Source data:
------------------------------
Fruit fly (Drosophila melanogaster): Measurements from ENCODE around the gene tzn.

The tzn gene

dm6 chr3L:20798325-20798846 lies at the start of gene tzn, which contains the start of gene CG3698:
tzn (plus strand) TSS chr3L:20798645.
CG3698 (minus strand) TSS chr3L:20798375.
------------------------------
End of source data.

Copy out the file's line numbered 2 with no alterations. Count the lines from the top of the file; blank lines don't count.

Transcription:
The tzn gene